The cost of the project, including any NHS support and treatment costs
Proposals are required to be fully costed before shortlisted applicants attend for interview. Whilst inappropriate or erroneous costings within successful applications will be amended with the support of the NIHR during the subsequent contracting process, these are noted by the Selection Committee during assessment. Such mistakes are indicative of poor planning by the applicant and limited engagement with/from the hosting organisations. It is worth remembering that value for money is an aspect of the application that the panel will consider.
Support from the NIHR Research Design Service (RDS)
The Selection Committee noted that several applicants were not accessing the support available to them through the NIHR RDS. RDS staff regularly observe Selection Committee meetings and they are well placed to provide advice and helpful feedback on applications prior to submission.
The opportunity for personal development as an academic, within your professional practice and as a practitioner academic leader
Prospective applicants are reminded that an award represents an opportunity to undertake training and development that will further both their career as a practitioner academic and the service they afford their patients/service users. Whilst the principal purpose of the proposed training and development plan should be to provide the fellow with the skills needed to successfully undertake the Lectureship, it is permissible that limited elements of the plan serve primarily to support their wider and longer-term career aspirations as an academic, health/care professional and practitioner academic leader.
Finally, applicants should bear in mind that a Clinical Lectureship application should include plans for developing a critical mass around the researcher, while applications at the higher Senior Clinical Lecturer level should also be clear and explicit about how they aim to develop capacity in others.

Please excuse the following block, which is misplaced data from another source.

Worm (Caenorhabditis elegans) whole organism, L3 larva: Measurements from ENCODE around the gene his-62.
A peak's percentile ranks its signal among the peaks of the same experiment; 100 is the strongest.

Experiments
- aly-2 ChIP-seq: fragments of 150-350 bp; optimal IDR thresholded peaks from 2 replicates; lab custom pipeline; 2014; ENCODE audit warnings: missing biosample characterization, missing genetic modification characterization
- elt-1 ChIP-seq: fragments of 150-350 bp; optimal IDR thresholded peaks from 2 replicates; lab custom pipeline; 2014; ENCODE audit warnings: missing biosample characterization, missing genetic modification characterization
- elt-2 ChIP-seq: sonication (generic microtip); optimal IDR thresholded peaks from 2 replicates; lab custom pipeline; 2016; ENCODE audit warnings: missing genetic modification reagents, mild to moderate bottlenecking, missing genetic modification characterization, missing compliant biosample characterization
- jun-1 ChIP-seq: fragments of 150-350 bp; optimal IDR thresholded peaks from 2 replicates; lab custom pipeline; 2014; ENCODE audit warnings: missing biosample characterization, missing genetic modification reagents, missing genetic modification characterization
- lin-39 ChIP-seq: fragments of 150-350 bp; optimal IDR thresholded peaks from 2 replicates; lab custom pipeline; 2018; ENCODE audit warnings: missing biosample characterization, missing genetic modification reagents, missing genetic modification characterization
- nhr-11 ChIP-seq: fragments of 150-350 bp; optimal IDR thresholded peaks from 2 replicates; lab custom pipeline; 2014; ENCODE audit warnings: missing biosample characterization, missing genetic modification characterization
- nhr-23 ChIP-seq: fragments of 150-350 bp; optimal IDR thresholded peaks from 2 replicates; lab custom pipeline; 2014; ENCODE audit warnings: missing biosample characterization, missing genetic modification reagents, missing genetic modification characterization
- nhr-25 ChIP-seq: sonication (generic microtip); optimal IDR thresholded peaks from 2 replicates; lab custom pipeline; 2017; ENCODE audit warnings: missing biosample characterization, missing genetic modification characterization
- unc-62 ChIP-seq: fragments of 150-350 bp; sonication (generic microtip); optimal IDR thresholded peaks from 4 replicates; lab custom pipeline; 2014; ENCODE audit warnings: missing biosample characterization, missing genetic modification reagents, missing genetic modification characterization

The Selection Committees have identified a variety of resources that prospective applicants might find useful in relation to some of the weaknesses identified above.
- Mixed Methods Study Designs
Prospective applicants are advised to consider this article, and particularly the 10 resources highlighted within it.
- NIHR Clinical Trials Guide
The NIHR has produced a Clinical Trials Guide, and recommends that prospective applicants intending to propose a trial consult it at the earliest opportunity.
- Feasibility and Pilot Trials and the value of each:
NIHR definitions can be found here.
- Whitehead, A.L., Sully, B.G., Campbell, M.J. Pilot and feasibility studies: is there a difference from each other and from a randomised controlled trial? Contemp Clin Trials. 2014 May; 38(1): 130-3.
- MRC Guidance on Complex Interventions
The MRC's standalone guidance document is more detailed than the often cited BMJ paper.
- Patient Reported Outcomes
The University of Birmingham’s Centre for Patient Reported Outcomes Research has a freely available NIHR funded information resource on PROs of potential use to prospective applicants, and more broadly, to those involved in PROs.